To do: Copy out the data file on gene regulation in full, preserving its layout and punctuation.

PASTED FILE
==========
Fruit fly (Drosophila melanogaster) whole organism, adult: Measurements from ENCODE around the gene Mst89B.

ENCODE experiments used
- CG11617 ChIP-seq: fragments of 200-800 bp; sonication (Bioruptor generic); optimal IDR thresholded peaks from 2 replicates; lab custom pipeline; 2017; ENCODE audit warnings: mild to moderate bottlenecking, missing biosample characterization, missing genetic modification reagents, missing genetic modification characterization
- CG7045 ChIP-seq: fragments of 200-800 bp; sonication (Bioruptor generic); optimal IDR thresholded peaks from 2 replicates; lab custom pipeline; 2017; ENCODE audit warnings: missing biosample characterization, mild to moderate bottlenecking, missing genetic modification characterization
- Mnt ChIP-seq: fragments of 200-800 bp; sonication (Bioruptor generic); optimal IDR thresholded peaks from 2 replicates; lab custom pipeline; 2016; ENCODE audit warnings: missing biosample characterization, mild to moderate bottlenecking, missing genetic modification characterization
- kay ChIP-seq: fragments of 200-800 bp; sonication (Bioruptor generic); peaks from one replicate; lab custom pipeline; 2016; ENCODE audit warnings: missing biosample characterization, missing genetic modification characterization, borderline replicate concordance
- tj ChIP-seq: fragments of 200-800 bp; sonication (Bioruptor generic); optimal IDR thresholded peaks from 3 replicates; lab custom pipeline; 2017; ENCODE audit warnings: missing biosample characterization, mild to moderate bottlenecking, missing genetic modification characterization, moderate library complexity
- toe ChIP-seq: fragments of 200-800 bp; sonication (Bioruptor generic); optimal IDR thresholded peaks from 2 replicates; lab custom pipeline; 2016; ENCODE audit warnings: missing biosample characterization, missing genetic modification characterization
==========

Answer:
Fruit fly (Drosophila melanogaster) whole organism, adult: Measurements from ENCODE around the gene Mst89B.

ENCODE experiments used
- CG11617 ChIP-seq: fragments of 200-800 bp; sonication (Bioruptor generic); optimal IDR thresholded peaks from 2 replicates; lab custom pipeline; 2017; ENCODE audit warnings: mild to moderate bottlenecking, missing biosample characterization, missing genetic modification reagents, missing genetic modification characterization
- CG7045 ChIP-seq: fragments of 200-800 bp; sonication (Bioruptor generic); optimal IDR thresholded peaks from 2 replicates; lab custom pipeline; 2017; ENCODE audit warnings: missing biosample characterization, mild to moderate bottlenecking, missing genetic modification characterization
- Mnt ChIP-seq: fragments of 200-800 bp; sonication (Bioruptor generic); optimal IDR thresholded peaks from 2 replicates; lab custom pipeline; 2016; ENCODE audit warnings: missing biosample characterization, mild to moderate bottlenecking, missing genetic modification characterization
- kay ChIP-seq: fragments of 200-800 bp; sonication (Bioruptor generic); peaks from one replicate; lab custom pipeline; 2016; ENCODE audit warnings: missing biosample characterization, missing genetic modification characterization, borderline replicate concordance
- tj ChIP-seq: fragments of 200-800 bp; sonication (Bioruptor generic); optimal IDR thresholded peaks from 3 replicates; lab custom pipeline; 2017; ENCODE audit warnings: missing biosample characterization, mild to moderate bottlenecking, missing genetic modification characterization, moderate library complexity
- toe ChIP-seq: fragments of 200-800 bp; sonication (Bioruptor generic); optimal IDR thresholded peaks from 2 replicates; lab custom pipeline; 2016; ENCODE audit warnings: missing biosample characterization, missing genetic modification characterization